Posted 17th July
Sir David Attenborough has warned that butterflies in the UK are facing a crucial period after they faced a worrying decline in numbers
He said some of the country's most common species have faced a 'significant decline' in recent years, with many experiencing 'several poor years'. This has been attributed to cold weather and the threat the species face.
Sir David did say the warm weather this year has given some species, such as the meadow brown and red admiral, 'a good start'.
Experts have said over three quarters of the UK's butterflies have declined in the last 40 years, with numbers falling quicker in towns and cities.
Sir David, president of the Butterfly Conservation, has said that despite a warm summer last year, species like the small tortoiseshell, peacock, meadow brown and gatekeeper had seen numbers fall due to warm weather and a subsequent cold spring.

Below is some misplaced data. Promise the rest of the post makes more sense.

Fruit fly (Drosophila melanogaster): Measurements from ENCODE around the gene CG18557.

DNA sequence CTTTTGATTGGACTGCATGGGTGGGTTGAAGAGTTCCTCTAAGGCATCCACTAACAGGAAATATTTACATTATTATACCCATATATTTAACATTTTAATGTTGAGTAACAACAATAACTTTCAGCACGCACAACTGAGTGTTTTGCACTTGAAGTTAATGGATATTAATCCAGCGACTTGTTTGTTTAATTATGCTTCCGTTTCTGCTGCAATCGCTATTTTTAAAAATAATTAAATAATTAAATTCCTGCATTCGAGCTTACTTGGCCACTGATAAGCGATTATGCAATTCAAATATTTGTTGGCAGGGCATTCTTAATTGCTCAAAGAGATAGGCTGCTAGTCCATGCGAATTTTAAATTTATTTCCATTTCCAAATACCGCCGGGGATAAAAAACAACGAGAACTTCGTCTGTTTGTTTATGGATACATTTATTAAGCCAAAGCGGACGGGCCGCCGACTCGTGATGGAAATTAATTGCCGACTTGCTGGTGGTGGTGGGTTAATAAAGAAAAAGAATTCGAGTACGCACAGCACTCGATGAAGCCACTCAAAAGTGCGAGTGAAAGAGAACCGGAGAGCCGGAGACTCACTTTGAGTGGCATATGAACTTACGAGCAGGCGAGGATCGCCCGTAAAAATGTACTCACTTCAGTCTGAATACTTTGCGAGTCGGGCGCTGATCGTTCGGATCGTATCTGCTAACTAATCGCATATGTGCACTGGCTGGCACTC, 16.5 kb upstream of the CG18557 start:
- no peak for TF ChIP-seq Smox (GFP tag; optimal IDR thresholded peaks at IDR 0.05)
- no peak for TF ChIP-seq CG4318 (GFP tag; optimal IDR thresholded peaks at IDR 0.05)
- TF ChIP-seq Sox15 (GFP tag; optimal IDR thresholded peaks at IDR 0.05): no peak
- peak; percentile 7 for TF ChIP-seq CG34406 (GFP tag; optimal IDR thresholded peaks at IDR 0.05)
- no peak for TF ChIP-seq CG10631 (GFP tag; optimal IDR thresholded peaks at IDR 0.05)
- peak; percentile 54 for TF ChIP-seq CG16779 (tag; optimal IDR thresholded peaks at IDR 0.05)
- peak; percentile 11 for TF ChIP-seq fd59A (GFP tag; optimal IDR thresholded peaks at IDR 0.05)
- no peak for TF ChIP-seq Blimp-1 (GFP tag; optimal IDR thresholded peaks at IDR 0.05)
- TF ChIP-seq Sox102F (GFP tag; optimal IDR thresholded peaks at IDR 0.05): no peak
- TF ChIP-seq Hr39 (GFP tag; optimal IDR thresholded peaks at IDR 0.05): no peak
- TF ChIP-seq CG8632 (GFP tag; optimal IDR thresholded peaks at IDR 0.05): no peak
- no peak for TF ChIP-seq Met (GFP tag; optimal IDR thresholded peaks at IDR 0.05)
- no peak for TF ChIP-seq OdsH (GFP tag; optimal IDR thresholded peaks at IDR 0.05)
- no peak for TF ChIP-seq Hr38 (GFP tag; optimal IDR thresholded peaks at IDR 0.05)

Sir David added: "Worryingly, we are now seeing the fortunes of some of our once common butterflies mirror those of our rarest species and they too are now also suffering significant declines with butterflies declining more rapidly in urban areas than in the countryside".
"In the last decade our butterflies have experienced several poor years and although resilient, they simply cannot sustain repeated losses, especially if the habitats they need in order to rebuild their populations are also under threat."
While 2017 has been a good year for species so far, Sir David added: "Butterflies really need this to continue."
Members of the public were urged to participate in the annual Big Butterfly Count to see if common species are able to bounce back this year.
Image courtesy of Pixabay
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